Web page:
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  • Fabrizio Poli

COVID Reduced Dividend Income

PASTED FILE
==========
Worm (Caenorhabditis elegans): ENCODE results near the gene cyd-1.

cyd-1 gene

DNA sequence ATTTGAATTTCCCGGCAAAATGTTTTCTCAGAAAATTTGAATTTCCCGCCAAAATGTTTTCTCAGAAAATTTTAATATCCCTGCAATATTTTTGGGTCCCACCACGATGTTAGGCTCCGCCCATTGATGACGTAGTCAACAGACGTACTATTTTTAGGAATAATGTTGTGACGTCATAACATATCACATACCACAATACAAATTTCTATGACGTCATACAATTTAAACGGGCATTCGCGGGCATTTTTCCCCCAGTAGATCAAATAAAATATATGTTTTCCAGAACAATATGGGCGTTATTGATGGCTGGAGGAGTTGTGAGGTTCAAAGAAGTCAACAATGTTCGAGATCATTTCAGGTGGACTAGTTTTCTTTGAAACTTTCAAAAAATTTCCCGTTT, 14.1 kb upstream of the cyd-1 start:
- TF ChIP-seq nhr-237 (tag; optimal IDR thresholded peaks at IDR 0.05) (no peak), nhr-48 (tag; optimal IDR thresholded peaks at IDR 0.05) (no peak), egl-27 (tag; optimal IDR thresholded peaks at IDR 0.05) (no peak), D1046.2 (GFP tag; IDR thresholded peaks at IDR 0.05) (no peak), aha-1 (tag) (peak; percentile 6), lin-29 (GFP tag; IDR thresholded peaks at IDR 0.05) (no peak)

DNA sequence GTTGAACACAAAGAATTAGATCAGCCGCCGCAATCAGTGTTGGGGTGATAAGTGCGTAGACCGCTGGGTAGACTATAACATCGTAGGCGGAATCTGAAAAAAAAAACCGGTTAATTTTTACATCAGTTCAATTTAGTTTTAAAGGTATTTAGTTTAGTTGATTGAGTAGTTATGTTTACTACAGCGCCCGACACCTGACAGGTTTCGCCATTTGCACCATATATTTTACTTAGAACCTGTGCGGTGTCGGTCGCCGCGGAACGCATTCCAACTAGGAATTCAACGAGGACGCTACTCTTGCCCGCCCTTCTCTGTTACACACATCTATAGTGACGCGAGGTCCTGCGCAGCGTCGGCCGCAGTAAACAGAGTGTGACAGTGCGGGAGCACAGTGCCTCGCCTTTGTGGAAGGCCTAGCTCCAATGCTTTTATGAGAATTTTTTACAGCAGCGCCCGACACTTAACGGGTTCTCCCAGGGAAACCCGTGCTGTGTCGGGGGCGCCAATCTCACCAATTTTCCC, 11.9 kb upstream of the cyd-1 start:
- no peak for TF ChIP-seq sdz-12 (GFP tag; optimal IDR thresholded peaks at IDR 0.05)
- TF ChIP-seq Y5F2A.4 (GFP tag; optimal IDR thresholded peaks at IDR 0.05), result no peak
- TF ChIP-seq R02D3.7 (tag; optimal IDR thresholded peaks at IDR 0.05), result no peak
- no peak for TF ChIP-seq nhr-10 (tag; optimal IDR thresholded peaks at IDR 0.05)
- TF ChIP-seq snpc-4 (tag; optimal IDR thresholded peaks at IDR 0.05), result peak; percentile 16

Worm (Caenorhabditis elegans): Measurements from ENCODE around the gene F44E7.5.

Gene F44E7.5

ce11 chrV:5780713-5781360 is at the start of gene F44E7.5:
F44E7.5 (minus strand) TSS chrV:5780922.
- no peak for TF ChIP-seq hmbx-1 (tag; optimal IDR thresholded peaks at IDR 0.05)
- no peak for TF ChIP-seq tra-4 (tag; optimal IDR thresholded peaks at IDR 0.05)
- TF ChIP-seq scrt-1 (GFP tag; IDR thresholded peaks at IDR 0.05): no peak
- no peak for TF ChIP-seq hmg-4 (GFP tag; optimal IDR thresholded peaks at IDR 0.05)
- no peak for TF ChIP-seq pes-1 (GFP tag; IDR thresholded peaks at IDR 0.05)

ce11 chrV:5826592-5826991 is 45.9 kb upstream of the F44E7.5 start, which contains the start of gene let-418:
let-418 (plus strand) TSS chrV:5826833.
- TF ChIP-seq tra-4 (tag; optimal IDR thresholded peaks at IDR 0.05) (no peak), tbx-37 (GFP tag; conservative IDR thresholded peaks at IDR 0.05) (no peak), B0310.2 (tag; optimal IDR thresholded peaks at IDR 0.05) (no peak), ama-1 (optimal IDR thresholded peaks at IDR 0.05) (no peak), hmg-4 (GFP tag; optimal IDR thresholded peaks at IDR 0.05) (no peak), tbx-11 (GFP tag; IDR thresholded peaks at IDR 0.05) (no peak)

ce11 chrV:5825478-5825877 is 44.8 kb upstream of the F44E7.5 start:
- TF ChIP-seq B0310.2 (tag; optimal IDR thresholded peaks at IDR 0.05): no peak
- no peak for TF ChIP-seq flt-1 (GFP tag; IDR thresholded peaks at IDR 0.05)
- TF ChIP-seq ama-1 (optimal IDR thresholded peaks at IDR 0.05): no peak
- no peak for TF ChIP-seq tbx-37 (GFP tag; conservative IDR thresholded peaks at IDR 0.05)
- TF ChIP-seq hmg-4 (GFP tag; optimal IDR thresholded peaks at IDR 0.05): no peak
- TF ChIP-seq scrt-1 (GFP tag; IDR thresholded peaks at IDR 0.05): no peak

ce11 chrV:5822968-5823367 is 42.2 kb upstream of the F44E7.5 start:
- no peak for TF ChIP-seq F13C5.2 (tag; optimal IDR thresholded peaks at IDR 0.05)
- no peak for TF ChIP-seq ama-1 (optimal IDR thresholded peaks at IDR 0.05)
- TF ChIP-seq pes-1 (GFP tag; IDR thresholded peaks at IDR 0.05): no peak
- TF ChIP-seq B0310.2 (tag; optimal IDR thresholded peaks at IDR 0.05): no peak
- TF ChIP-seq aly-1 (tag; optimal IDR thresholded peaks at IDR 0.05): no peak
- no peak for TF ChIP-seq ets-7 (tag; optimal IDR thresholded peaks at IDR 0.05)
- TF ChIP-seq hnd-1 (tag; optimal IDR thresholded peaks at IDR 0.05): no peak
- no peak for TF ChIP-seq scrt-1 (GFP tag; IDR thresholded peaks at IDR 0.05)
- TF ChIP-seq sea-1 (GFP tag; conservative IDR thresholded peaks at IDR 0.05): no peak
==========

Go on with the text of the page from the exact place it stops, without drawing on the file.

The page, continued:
The COVID-19 pandemic had a strong impact on financial markets in 2020 and this is reflected in large decreases in dividend income from Canadian corporations for tax filers in the high-income groups, says Statistics Canada. Individuals in the top one per cent had an average decrease of $10,500 in dividend income to $77,300 in 2020. The drop in dividends was even larger for filers in the top 0.1 per cent, falling by $82,600 to $348,600, and the top 0.01 per cent, dropping by $592,900 to $1,543,400. The relatively small changes in wages and salaries for the top tax filers were outweighed by the larger decreases in dividend income, resulting in decreases in average total income for high-income Canadians in 2020. Overall, Canadians with the highest incomes from 2019 to 2020 experienced the largest declines in average income. Average total income of Canadians in the top one per cent of income fell by $5,500 to $512,000. Individuals in the top 0.1 per cent saw average total income fall by $67,800 from 2019 to 2020, while those in the top 0.01 per cent experienced the largest drop of $506,800 during the same period. Changes in the income of high- and lower-income filers means that the top one per cent captured a lower share of total income relative to recent years. In 2020, the top one per cent accounted for 9.4 per cent of total income, its lowest value since 2016, and before then, 1996.

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